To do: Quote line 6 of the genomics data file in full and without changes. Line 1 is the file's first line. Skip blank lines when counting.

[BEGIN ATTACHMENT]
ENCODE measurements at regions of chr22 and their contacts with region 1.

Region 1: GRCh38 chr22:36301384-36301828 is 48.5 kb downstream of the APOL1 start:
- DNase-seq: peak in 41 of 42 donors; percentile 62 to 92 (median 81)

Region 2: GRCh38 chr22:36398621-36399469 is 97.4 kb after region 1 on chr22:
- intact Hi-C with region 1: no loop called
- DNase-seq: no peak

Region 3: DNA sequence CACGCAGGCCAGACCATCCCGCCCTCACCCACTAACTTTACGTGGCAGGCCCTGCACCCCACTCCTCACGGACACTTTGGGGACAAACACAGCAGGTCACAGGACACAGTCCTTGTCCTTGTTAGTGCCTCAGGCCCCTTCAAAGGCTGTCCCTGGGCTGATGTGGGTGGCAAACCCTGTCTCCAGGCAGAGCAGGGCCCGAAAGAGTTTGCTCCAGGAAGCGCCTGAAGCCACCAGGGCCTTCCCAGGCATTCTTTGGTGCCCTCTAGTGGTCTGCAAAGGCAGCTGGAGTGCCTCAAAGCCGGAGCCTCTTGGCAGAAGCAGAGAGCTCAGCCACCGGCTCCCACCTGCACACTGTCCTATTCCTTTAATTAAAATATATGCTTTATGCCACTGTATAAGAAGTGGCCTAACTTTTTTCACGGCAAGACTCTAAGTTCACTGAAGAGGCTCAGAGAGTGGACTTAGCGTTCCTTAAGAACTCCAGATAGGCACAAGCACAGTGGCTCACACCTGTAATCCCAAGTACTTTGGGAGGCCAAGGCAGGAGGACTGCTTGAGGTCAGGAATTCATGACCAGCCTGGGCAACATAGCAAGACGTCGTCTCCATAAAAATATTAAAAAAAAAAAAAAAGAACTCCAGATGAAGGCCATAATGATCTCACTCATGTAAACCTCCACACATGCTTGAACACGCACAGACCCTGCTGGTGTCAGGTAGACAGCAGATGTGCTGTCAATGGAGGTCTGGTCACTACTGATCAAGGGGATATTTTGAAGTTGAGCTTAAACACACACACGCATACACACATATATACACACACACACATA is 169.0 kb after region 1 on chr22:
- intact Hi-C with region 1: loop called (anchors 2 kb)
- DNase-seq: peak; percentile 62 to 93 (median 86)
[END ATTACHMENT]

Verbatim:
- DNase-seq: no peak